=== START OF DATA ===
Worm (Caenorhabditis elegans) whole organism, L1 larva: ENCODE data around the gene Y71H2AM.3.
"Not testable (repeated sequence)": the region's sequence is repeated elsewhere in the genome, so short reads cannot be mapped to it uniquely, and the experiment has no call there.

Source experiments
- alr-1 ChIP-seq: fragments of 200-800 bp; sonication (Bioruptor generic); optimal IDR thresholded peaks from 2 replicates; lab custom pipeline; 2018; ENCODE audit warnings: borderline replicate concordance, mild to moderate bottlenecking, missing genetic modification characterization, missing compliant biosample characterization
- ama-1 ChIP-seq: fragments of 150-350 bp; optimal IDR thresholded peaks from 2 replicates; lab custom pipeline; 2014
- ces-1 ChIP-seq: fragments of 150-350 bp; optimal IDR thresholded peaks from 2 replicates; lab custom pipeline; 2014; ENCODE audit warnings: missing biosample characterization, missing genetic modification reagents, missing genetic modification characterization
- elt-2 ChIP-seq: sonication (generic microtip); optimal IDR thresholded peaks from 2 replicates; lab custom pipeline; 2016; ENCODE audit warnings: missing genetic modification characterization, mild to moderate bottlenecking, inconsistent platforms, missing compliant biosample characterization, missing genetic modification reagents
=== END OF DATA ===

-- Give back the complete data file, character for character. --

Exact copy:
Worm (Caenorhabditis elegans) whole organism, L1 larva: ENCODE data around the gene Y71H2AM.3.
"Not testable (repeated sequence)": the region's sequence is repeated elsewhere in the genome, so short reads cannot be mapped to it uniquely, and the experiment has no call there.

Source experiments
- alr-1 ChIP-seq: fragments of 200-800 bp; sonication (Bioruptor generic); optimal IDR thresholded peaks from 2 replicates; lab custom pipeline; 2018; ENCODE audit warnings: borderline replicate concordance, mild to moderate bottlenecking, missing genetic modification characterization, missing compliant biosample characterization
- ama-1 ChIP-seq: fragments of 150-350 bp; optimal IDR thresholded peaks from 2 replicates; lab custom pipeline; 2014
- ces-1 ChIP-seq: fragments of 150-350 bp; optimal IDR thresholded peaks from 2 replicates; lab custom pipeline; 2014; ENCODE audit warnings: missing biosample characterization, missing genetic modification reagents, missing genetic modification characterization
- elt-2 ChIP-seq: sonication (generic microtip); optimal IDR thresholded peaks from 2 replicates; lab custom pipeline; 2016; ENCODE audit warnings: missing genetic modification characterization, mild to moderate bottlenecking, inconsistent platforms, missing compliant biosample characterization, missing genetic modification reagents